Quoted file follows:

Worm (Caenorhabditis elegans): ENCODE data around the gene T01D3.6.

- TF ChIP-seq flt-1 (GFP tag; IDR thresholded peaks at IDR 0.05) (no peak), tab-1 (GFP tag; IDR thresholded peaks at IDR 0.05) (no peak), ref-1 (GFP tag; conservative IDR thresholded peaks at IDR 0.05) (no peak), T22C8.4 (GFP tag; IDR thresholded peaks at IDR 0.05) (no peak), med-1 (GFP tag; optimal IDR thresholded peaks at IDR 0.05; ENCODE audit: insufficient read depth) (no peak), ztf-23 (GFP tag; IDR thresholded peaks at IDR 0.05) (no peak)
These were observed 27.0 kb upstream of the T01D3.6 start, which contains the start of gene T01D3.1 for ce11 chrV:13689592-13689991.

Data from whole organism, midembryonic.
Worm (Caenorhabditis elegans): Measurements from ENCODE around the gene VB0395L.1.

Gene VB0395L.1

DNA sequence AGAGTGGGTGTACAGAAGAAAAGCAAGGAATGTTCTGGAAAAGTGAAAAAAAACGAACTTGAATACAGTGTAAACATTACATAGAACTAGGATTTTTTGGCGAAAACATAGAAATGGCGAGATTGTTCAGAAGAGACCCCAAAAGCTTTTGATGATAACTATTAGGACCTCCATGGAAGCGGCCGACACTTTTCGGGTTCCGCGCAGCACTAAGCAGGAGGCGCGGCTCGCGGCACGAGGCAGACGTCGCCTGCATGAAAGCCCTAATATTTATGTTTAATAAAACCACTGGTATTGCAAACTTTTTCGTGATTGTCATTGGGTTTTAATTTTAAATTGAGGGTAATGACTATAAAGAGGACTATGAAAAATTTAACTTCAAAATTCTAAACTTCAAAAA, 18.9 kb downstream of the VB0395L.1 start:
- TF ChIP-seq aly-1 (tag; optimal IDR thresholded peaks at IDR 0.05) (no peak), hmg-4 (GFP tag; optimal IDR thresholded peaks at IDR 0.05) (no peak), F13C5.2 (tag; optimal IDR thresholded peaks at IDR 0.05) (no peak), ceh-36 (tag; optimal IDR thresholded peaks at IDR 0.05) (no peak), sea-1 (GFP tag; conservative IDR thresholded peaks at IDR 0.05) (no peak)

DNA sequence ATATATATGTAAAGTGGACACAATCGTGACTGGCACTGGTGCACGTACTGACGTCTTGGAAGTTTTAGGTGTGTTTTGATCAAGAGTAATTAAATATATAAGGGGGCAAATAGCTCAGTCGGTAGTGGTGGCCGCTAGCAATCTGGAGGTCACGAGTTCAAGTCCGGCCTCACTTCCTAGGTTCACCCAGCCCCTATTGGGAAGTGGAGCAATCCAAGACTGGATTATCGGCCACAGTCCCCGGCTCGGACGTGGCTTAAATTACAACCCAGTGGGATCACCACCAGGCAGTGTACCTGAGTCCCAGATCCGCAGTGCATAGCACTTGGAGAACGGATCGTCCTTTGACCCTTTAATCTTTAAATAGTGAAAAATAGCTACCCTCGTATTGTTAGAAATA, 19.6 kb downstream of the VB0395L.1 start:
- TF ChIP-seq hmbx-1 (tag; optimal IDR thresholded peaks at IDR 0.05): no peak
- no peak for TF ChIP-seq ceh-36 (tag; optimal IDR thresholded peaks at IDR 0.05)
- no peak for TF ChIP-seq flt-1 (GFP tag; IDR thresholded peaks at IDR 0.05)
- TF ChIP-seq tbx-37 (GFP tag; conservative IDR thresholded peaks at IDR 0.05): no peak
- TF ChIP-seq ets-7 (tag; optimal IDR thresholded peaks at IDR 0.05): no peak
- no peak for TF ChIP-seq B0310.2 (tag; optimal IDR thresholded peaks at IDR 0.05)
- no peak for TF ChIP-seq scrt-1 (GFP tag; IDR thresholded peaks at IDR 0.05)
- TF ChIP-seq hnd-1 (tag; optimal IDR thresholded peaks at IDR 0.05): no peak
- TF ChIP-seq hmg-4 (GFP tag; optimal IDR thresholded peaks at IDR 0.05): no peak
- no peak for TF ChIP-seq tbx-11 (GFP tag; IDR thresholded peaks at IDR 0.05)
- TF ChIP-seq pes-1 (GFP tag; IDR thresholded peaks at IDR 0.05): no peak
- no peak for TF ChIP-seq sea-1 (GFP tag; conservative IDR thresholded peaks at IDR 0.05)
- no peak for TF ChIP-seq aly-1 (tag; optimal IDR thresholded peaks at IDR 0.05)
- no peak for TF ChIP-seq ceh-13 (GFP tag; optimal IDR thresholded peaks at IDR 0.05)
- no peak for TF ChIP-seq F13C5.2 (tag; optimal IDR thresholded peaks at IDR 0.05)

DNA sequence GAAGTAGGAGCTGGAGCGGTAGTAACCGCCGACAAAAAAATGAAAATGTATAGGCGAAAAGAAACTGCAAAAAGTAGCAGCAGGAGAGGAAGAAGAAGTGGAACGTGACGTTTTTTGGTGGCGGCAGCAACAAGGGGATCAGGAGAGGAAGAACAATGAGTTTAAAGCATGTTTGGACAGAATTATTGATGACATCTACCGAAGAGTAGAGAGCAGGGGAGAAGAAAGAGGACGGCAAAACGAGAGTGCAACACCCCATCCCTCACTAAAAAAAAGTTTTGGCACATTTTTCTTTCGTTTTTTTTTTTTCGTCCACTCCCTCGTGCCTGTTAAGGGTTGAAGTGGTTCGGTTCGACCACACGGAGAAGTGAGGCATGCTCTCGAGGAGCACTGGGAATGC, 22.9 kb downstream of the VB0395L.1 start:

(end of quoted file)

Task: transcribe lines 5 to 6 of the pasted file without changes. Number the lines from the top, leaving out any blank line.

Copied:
Worm (Caenorhabditis elegans): Measurements from ENCODE around the gene VB0395L.1.

Gene VB0395L.1